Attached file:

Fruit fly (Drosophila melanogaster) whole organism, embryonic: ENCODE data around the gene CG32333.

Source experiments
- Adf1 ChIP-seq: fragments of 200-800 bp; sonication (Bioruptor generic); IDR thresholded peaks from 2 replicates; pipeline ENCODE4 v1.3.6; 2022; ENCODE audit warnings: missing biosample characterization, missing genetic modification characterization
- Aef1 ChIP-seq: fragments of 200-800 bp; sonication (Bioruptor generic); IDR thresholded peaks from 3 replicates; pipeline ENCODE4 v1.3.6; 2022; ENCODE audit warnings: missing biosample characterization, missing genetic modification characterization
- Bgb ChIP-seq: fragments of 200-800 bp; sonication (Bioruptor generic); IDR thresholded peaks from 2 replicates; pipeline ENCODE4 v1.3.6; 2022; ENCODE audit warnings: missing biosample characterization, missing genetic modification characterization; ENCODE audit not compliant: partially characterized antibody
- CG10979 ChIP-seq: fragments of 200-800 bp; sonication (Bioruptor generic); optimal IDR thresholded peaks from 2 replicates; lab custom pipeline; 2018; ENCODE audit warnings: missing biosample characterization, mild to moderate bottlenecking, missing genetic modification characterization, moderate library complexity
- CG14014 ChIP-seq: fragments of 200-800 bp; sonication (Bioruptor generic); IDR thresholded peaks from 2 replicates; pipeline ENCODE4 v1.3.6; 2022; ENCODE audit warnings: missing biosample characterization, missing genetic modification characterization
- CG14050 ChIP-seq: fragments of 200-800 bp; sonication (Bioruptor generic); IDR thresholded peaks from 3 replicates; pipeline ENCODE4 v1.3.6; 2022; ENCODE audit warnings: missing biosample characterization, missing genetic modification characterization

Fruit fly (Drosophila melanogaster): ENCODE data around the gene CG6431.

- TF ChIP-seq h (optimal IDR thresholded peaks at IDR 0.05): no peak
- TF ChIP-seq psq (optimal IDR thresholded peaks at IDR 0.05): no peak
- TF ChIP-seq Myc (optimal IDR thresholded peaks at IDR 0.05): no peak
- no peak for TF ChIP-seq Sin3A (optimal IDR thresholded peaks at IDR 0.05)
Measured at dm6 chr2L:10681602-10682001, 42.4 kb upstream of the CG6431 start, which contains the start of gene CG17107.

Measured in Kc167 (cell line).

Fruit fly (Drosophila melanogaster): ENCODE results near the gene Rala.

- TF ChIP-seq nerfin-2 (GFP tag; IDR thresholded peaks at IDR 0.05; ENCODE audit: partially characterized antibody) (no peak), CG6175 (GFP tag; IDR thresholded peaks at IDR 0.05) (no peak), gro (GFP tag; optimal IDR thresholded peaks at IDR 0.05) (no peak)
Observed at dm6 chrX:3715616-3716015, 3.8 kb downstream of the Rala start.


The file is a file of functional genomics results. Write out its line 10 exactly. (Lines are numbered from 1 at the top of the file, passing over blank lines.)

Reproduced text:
- TF ChIP-seq h (optimal IDR thresholded peaks at IDR 0.05): no peak